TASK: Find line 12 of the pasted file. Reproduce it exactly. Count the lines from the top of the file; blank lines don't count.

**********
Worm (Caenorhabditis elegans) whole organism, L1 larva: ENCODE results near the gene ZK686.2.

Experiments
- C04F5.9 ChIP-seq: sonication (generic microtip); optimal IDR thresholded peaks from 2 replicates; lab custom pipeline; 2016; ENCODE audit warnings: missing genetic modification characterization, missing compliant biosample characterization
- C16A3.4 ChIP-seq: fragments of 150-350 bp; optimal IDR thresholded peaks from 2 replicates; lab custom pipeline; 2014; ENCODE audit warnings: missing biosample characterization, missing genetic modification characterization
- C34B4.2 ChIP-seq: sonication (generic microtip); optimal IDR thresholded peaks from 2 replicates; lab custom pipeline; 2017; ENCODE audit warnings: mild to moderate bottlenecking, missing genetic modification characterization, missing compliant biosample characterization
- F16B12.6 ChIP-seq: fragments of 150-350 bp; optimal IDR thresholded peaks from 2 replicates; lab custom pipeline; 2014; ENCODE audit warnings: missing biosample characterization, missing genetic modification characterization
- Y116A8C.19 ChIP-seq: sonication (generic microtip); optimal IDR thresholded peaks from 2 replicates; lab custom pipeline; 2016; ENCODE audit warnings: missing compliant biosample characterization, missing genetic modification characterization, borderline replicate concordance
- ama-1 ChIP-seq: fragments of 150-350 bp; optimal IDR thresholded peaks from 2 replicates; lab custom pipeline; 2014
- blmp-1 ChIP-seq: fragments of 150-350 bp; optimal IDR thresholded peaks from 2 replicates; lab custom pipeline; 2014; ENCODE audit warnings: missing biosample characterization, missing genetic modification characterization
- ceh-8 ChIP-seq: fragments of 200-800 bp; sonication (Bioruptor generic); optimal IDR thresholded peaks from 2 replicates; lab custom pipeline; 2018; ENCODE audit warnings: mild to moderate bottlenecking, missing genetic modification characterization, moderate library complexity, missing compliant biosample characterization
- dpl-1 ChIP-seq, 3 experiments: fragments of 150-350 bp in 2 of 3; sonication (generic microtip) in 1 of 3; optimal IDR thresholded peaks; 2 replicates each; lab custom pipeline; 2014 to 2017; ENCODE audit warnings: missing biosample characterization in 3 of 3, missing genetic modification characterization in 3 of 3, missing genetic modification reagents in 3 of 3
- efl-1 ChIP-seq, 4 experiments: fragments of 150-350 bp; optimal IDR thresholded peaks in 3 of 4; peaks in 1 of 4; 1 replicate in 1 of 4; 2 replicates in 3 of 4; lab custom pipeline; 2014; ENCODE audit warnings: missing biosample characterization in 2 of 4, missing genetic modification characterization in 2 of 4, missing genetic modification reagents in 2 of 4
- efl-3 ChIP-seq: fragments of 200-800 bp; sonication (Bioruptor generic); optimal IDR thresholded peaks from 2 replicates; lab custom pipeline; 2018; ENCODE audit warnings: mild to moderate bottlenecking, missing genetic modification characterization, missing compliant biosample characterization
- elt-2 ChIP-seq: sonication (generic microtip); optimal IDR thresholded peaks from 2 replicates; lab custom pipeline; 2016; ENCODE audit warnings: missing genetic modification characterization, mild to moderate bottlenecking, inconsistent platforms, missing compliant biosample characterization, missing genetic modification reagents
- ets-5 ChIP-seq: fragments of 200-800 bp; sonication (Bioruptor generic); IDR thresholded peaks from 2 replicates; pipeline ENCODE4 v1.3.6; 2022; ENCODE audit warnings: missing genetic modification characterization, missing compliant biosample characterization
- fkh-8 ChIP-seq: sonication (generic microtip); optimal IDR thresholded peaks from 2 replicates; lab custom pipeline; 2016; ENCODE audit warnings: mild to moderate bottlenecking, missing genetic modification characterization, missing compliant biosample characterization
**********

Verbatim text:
- efl-1 ChIP-seq, 4 experiments: fragments of 150-350 bp; optimal IDR thresholded peaks in 3 of 4; peaks in 1 of 4; 1 replicate in 1 of 4; 2 replicates in 3 of 4; lab custom pipeline; 2014; ENCODE audit warnings: missing biosample characterization in 2 of 4, missing genetic modification characterization in 2 of 4, missing genetic modification reagents in 2 of 4